Babysitting Your Tracker
A frequent topic of discussion in APRS-related circles is:
"Must a control operator babysit a tracker, or may it be sent off into the cruel world on its own?"
The short answer per FCC rules is:
No, it does not have to be babysat and may be operated even where a control operator cannot immediately lay hands on the unit.
A careful reading of the rules (along with some understanding of how the rules are applied to different situations) will reveal the answer. While it is not as straightforward as one would think, it is not difficult to determine the correct answer for a given set of circumstances.
While we always advocate for individuals to read the rules and make up their own mind about what the FCC requires as it's your license on the line, we hope the contents of this wiki article will help guide you in your decision.
The first and most important indicator is that unattended trackers have been around for a dozen years. Every day hundreds if not thousands of these devices transmit. The FCC is very aware of their existence, yet not a single action has been taken by the FCC against unattended trackers.
A more detailed answer:
People who are not familiar with the FCC rules tend to think that you need a licensed amateur to physically be with the APRS tracker. This is not always the case. In fact, it is rarely the case. The correct answer depends upon how the station is set up. But first, some underlying regulations:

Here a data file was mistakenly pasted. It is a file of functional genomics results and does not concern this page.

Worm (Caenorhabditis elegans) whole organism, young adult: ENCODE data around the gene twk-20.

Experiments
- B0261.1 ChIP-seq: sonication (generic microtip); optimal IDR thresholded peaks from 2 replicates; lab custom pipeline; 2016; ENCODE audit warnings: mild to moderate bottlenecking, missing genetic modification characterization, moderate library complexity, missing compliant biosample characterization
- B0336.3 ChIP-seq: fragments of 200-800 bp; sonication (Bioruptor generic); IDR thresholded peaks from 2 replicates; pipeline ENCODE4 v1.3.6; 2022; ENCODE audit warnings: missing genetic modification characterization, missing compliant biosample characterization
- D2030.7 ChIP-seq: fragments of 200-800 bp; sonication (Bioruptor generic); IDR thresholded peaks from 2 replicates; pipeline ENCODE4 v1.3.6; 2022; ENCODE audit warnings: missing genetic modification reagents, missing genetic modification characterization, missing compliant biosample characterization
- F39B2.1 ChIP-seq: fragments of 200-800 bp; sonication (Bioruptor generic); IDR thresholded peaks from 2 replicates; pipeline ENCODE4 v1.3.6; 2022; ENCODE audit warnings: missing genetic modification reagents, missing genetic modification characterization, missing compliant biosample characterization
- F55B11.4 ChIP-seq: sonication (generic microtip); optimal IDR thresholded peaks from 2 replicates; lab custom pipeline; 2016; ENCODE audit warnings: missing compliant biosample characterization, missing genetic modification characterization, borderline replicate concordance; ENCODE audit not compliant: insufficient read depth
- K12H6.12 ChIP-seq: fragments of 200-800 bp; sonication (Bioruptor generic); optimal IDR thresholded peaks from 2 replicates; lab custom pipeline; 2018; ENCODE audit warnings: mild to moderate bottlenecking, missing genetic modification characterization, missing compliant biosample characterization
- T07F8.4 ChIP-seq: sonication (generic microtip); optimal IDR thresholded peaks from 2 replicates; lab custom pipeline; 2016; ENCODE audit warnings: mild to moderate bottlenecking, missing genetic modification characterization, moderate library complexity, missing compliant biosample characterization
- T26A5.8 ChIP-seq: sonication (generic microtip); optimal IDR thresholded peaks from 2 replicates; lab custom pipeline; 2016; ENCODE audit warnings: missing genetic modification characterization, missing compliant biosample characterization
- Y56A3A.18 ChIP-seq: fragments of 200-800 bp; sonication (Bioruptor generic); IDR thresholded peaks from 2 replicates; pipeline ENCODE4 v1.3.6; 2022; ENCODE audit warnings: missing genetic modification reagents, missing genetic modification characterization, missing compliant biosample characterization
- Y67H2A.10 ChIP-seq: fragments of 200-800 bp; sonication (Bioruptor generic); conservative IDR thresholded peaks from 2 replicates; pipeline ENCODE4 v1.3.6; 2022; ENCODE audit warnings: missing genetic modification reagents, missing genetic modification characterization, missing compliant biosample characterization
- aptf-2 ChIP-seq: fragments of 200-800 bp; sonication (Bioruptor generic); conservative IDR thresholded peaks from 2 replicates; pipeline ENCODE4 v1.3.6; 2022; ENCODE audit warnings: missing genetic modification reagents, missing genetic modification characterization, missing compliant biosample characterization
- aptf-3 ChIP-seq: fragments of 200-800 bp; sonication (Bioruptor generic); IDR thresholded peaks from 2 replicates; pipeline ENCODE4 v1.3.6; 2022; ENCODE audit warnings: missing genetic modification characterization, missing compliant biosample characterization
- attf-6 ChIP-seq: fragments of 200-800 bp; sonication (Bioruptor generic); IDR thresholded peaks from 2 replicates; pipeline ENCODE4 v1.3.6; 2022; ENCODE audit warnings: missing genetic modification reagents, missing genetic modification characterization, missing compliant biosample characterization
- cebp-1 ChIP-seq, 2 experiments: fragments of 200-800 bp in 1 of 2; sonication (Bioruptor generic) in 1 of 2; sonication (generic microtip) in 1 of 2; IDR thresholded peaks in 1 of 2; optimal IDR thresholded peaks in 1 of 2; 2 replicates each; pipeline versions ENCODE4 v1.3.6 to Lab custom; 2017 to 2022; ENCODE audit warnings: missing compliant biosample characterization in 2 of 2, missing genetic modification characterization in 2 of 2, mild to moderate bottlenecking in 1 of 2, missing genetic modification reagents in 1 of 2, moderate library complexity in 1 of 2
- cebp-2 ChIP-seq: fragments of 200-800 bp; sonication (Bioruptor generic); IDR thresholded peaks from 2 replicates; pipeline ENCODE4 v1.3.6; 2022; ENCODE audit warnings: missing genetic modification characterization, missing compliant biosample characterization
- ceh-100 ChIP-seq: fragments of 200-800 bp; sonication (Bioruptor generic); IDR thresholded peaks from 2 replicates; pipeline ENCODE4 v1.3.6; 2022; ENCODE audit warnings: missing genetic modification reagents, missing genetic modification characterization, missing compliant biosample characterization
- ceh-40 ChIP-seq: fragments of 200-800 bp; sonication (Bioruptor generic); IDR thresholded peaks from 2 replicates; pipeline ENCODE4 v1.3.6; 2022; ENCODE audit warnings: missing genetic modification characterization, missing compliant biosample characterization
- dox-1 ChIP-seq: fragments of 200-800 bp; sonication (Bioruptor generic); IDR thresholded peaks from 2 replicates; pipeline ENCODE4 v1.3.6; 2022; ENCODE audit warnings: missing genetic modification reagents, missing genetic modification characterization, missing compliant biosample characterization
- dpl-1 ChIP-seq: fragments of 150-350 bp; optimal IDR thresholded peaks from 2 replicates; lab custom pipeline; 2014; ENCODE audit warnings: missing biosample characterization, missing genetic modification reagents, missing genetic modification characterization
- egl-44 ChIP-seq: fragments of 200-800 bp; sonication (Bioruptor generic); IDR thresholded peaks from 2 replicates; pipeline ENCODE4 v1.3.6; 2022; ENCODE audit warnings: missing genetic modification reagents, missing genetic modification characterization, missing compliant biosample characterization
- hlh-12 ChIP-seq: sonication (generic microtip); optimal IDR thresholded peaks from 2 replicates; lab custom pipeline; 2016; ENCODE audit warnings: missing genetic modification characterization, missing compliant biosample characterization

- It is well accepted that a completely unattended tracker or digipeater is within the rules. CFR 47.97.221(b)
- Amateurs must prevent unlicensed operation. CFR 47.97.5 , 7 and 115 generally. That is the crux of the argument about “unattended” operation. Digital stations can be automatically controlled. CFR 47.97.221 The key to all this is control of the station. If the control operator can prevent ‘non-control operators’ including unlicensed individuals from ‘controlling’ the tracker, the tracker is well within the rules. See above.
If the person(s) accompanying the tracker cannot change any parameter of the transmitter other than power on/off, then they cannot ‘control’ the unit and you are within the FCC rules. Enclosing the transmitter or transceiver inside another box so that no controls were available, or "locking" the radio so that nobody can mess with the settings, should steer you clear of possible violations. Unsure about that power on/off switch thing? Look up the "N1547C tracker" thread on APRSSIG and see below.
If the person can change the power level, modulation method, frequency, or grab a microphone and "play around", then you'd be in violation of the rules if that person exercised any of that control. Ultimately, it is better to ‘box it up’ to protect your license and to make sure that the unit stays configured as it was when it left your hands.
- The regulations do require a control operator (and station licensee) to cease operations if they are notified by a proper authority of their transmission causing harmful interference. CFR 47.97.109 (d) Being told to ‘cease transmission’ is not the same as having to be able to do so instantly, and a call on the radio, etc. to shut the unit off, along with a time-out timer or watchdog circuit on the transmitter will more than satisfy that requirement.